Crime rates in HK last year at its lowest in 36 years despite claims Occupy Central spread lawlessness in community: Crime in HK last year fell to its lowest rate since 1979, despite earlier police claims that the Occupy Central movement had spread a sense of lawlessness among the community. The city's overall crime rate had declined for nine consecutive years and dropped 1.9 per cent in 2015 over the previous year to a 36-year low. Police reminded the public to stay alert to phone scams, which were up by almost 30 per cent to around 2,880 cases last year.
HK rated only 'partly free' in US study on rights and freedoms, behind Taiwan, South Korea and the Philippines: HK lagged behind its neighbours such as Taiwan, South Korea and the Philippines in terms of rights and freedoms enjoyed by individuals, an annual study by a US-based organisation said. The city is listed as a “partly free” territory, with an aggregate score of 63 out of 100 points in the Freedom in the World 2016 report by Freedom House. HK was given a rating of five out of seven for political rights, with one being the freest and seven being the least free. However, it scored a two for civil liberties.
Decision not to prosecute former HK anti-corruption boss sparks scepticism and call for fuller disclosure: The decision by the Department of Justice to not prosecute the former ICAC commissioner was the subject of much debate in the city, as the watchdog's former investigator Lam Cheuk-ting called for full disclosure of legal advice against prosecuting Timothy Tong, who was accused of excessive spending on official visits, gifts and meals during his five-year tenure between 2007 to 2012. The department rejected Lam's call for disclosure,  saying it was generally inappropriate to release the full set of legal advice given to law enforcement agencies as the ICAC was covered by legal professional privilege. It said that HK's corruption situation remained stable and without any sign of deterioration, despite dropping a place to 18th in a ranking of least corrupt places among 168 countries and territories.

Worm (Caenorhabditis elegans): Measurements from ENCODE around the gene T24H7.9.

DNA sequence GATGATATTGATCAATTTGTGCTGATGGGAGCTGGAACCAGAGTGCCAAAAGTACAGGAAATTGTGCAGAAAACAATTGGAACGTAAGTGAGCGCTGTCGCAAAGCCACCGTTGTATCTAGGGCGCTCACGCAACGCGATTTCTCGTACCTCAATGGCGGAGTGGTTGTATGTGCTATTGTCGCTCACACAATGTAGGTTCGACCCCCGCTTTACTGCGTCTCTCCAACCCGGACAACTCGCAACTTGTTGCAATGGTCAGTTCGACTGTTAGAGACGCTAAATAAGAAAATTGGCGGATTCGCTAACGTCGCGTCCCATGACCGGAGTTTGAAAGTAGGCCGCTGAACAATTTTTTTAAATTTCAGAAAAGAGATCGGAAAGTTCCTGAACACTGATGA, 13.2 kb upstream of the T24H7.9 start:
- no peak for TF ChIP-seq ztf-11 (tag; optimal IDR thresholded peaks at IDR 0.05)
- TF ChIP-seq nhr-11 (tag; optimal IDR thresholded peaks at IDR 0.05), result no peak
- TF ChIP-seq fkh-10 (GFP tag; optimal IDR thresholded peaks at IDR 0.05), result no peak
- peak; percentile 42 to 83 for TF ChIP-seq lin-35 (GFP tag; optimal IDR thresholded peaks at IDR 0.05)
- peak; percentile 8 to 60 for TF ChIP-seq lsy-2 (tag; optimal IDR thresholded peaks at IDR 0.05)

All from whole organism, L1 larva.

HK's health authority braces for arrival of Zika virus; warn of mosquitoes spreading the disease: Health minister Dr Ko Wing-man said the authority is planning to make Zika virus a notifiable infectious disease – meaning any suspected case must to be reported to the Department of Health. He advised pregnant women to consider deferring trips to areas with ongoing Zika virus transmission. He said travellers should seek medical advice before making any trip and avoid mosquito bites while there.